Even though and excavating contractor may attempt to compact the area to be backfilled along a homes foundation, they typically never get it as good as mother nature did especially when a foundation drain is installed at the homes footing and some sort of settlement will occur. Installing a load bearing structure such as a footing for a deck on soil that will in time settle is bad juju…

This is a very valid point as well. One has to consider the age of the home, possible age of the deck, distance of the footings from the home’s foundation, geographical location, and soil type. Identifying signs of settlement, structural deficiencies, and safety issues are first and foremost.

Spend some time in a new subdivision where decks are being added to houses during construction and talk to contractors. Maybe that will help put things into perspective… just an idea for ya…

Tom, in my previous life I trained over a hundred technicians and engineers on how to read and apply standard specifications, job special provisions, plan reading and how to deal with unforeseen issues that pop up during construction. The best inspectors are able to handle stress, apply the knowledge they learned through training and adapt to challenges they face on a daily basis. Very seldom is construction inspection black and white, same goes for home inspection. In my opinion individuals that see things as black or white never adapted and were unsuccessful at inspection. However individuals with a black or white mindset flourished as designers that are guided by design manuals that enforced rigid steps needed to produce consistent bridge plans or house plans. Unless you can adapt to working in a profession that lives in the gray area, you might try a different profession.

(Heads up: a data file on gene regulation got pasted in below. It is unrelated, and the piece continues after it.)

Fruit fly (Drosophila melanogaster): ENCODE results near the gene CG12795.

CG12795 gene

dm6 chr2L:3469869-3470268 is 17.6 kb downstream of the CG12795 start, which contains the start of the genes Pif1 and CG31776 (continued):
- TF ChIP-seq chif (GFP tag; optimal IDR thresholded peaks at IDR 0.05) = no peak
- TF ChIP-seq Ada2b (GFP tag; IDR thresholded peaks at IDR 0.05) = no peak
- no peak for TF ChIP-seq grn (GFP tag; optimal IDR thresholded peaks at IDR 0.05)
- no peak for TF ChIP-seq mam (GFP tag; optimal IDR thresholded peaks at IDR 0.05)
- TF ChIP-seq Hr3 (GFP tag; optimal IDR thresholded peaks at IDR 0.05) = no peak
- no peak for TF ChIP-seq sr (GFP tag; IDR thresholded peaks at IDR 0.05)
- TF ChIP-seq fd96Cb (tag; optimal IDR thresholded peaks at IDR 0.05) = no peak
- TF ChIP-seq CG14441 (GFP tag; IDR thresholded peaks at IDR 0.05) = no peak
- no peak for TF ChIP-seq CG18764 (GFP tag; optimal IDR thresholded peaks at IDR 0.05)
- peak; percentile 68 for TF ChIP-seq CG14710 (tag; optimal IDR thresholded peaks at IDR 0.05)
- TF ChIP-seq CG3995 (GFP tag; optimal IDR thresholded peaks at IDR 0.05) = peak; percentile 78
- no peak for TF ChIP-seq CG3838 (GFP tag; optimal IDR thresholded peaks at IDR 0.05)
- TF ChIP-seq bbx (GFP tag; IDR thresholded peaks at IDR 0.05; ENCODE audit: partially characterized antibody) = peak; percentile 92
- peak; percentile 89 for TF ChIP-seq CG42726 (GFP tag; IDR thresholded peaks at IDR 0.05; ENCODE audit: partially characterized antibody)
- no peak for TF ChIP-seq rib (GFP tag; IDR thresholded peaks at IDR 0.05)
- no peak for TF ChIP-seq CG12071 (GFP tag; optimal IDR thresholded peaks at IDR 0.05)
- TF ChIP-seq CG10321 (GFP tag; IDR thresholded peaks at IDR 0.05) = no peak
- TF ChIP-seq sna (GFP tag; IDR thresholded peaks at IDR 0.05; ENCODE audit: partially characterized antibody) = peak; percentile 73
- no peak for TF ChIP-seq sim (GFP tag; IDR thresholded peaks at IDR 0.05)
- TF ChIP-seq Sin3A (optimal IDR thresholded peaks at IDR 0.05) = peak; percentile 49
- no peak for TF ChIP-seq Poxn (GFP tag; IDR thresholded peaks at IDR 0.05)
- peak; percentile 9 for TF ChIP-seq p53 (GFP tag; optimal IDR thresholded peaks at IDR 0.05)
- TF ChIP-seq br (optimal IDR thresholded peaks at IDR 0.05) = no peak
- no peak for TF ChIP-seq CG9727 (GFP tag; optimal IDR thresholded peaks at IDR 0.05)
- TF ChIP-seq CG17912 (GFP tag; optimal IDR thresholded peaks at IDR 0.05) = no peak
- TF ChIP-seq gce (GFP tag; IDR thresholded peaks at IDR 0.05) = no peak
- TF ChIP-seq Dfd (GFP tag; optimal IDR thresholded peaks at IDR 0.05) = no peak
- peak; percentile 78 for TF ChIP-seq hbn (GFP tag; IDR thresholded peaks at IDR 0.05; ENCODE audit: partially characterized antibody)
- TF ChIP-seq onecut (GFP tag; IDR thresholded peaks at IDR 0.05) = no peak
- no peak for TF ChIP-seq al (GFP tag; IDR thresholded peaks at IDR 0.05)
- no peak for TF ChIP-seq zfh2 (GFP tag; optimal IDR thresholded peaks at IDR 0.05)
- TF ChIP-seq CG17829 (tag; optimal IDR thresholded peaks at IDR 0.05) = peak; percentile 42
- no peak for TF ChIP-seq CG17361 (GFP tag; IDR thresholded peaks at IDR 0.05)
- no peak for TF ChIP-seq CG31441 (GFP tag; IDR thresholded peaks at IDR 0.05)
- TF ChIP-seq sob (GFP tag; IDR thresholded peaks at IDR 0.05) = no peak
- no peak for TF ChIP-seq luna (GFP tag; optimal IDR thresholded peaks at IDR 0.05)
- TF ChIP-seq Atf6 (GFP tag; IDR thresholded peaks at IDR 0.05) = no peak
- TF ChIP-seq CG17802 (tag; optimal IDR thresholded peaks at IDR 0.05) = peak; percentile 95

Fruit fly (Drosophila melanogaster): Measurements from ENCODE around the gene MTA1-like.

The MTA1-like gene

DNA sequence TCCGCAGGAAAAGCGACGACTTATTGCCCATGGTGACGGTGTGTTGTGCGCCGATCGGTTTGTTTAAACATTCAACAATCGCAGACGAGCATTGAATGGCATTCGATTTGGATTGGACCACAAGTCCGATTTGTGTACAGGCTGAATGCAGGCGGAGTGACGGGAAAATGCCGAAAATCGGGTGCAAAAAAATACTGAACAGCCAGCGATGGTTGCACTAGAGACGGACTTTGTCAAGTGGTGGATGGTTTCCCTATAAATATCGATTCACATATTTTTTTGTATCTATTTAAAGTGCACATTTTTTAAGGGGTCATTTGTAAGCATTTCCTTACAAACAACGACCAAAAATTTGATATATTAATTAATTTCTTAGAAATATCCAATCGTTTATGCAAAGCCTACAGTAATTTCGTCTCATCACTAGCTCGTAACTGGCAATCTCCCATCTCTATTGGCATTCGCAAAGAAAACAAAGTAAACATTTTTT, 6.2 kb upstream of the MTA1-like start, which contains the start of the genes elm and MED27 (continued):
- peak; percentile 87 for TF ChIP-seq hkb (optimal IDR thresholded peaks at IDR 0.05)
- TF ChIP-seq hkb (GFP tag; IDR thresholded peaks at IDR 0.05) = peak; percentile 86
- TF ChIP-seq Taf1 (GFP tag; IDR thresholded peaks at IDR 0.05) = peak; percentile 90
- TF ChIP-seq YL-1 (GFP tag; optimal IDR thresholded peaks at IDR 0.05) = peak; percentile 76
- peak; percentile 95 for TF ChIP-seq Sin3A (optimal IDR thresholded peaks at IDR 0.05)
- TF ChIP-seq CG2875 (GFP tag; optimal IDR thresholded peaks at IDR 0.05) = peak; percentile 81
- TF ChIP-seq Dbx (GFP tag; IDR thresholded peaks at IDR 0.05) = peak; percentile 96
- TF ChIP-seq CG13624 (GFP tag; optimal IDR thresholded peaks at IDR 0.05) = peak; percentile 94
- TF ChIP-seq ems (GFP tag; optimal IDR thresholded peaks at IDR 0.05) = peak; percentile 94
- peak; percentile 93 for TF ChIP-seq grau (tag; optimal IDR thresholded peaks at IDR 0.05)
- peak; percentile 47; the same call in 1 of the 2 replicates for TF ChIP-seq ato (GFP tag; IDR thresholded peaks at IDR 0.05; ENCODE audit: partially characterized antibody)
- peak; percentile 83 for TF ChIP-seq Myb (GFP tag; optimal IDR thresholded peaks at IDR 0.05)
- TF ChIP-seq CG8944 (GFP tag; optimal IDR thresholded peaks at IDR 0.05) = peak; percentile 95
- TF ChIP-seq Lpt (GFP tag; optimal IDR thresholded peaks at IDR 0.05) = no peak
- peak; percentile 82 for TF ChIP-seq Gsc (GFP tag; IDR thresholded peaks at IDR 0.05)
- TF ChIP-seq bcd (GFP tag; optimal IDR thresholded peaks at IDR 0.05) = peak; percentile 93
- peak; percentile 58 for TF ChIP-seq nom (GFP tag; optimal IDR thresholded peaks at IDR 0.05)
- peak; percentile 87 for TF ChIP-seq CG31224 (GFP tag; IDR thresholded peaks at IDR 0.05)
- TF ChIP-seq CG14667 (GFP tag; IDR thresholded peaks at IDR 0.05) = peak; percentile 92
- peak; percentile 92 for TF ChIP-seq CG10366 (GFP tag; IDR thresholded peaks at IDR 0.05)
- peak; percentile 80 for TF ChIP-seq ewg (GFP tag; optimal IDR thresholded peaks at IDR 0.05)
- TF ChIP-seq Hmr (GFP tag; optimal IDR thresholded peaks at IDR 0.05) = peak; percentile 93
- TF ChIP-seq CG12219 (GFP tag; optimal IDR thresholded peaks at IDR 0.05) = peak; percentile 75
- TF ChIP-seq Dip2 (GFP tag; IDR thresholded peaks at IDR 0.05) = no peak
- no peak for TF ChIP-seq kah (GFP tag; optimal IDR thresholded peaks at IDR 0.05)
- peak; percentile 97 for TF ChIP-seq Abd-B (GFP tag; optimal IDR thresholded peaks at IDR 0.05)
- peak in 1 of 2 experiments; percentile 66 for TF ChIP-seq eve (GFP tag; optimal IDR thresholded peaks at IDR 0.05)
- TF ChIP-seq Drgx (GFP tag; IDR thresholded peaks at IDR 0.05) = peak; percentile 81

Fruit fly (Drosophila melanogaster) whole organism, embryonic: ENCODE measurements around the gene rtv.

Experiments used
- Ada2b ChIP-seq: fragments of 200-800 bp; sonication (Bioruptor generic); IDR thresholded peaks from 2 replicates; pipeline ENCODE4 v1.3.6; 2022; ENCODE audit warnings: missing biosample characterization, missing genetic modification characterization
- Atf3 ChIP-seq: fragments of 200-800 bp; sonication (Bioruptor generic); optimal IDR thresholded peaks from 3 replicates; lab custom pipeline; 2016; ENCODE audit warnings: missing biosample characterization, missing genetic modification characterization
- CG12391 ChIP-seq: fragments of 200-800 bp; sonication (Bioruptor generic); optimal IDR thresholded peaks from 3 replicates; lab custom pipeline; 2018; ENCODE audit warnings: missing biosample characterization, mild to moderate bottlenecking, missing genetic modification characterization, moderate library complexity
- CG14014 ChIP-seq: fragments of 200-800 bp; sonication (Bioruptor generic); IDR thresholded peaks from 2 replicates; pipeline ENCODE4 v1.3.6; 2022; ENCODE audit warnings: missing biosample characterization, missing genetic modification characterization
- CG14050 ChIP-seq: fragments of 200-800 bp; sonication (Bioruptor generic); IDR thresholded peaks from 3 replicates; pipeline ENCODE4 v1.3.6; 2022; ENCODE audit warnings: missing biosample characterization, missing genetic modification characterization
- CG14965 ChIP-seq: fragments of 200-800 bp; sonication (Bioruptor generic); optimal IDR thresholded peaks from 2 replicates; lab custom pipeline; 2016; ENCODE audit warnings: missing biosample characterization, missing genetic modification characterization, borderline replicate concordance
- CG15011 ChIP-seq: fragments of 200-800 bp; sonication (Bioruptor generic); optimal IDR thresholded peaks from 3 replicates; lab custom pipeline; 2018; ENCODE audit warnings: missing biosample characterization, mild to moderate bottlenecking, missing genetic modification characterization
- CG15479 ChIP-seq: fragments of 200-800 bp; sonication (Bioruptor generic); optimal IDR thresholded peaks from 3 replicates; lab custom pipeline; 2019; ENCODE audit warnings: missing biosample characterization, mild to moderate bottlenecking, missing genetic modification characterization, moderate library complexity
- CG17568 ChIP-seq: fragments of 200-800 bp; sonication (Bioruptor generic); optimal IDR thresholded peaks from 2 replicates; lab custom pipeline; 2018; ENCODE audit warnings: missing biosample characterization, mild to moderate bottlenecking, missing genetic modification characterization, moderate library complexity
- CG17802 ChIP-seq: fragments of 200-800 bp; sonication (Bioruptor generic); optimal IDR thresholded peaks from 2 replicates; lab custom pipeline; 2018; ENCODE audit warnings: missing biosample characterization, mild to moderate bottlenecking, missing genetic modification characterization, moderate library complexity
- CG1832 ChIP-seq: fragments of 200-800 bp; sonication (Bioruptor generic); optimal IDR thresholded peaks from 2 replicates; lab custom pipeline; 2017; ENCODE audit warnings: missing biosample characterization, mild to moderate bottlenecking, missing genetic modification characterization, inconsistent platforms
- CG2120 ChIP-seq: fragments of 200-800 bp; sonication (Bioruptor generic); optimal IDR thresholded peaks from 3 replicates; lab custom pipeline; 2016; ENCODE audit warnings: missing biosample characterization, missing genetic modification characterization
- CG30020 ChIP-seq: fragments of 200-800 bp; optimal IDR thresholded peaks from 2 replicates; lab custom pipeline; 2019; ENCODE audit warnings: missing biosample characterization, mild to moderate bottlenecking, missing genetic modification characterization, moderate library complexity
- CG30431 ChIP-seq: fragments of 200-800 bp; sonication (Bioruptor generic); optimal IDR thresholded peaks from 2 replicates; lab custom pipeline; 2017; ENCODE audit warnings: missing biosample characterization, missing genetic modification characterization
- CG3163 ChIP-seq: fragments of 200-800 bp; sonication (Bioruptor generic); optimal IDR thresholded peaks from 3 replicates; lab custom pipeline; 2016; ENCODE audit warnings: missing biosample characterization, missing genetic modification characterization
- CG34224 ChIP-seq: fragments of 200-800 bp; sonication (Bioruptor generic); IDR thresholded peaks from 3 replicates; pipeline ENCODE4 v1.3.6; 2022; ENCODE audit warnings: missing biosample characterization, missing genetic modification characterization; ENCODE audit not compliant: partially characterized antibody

Very true. Anyone who has spent more than hour in a 1930’s home on a crawl would have to agree.

Randy -

I do appreciate your candor. To try and reframe what I’m trying to convey; stealing from the 7 Habits, seek first to understand. I feel one can only make adjustments and leaps if they have a solid underlying understanding in the first place. In this case, I’m not making sense of the standard as presented.

In the spirit of ‘observation of quantum phenomena can actually change the measured results of this experiment.’, the direction given says not to install on disturbed soil. It doesn’t suggest the goal is to install on undisturbed soil. And as Brian pointed out “But, in most situations, you will not be able to verify (or see) the footing depth so the point is typically mute.”

I don’t feel I understand what point is trying to be conveyed within this requirement about undisturbed soil. And perhaps I’m dwelling on undisturbed too much. I get a solid footing. I get structural stability, bracing, pressure treated, free-standing vs attached, etc… I’m not able to get my mind past this undisturbed soil thing. It must be important, it was put into the course material!

What I’m taking away is that footings are important. But since there’s no way to truly be on undisturbed soil, or verify it’s undisturbedness, do your best to ensure vertical stability, attachment, and safety.

Sure there is, dig deeper until you get to soil that has not been turned.(over simplified, but that is the theory.) Basement back fill is seldom over eight feet and often much less

Hi, Tom and everyone.

We’ve updated the Footings and Posts sections of the How to Inspect the Exteriors Course and the How to Perform Deck Inspections Course based upon your post and the feedback here. Everyone, please take a look at the updated information. The Education Team appreciates the feedback and how members help InterNACHI keep our curriculum accurate and up-to-date. Thanks!

If you find any errors with the curriculum, email the Education Team at

Just before that photo (Brazil Lake):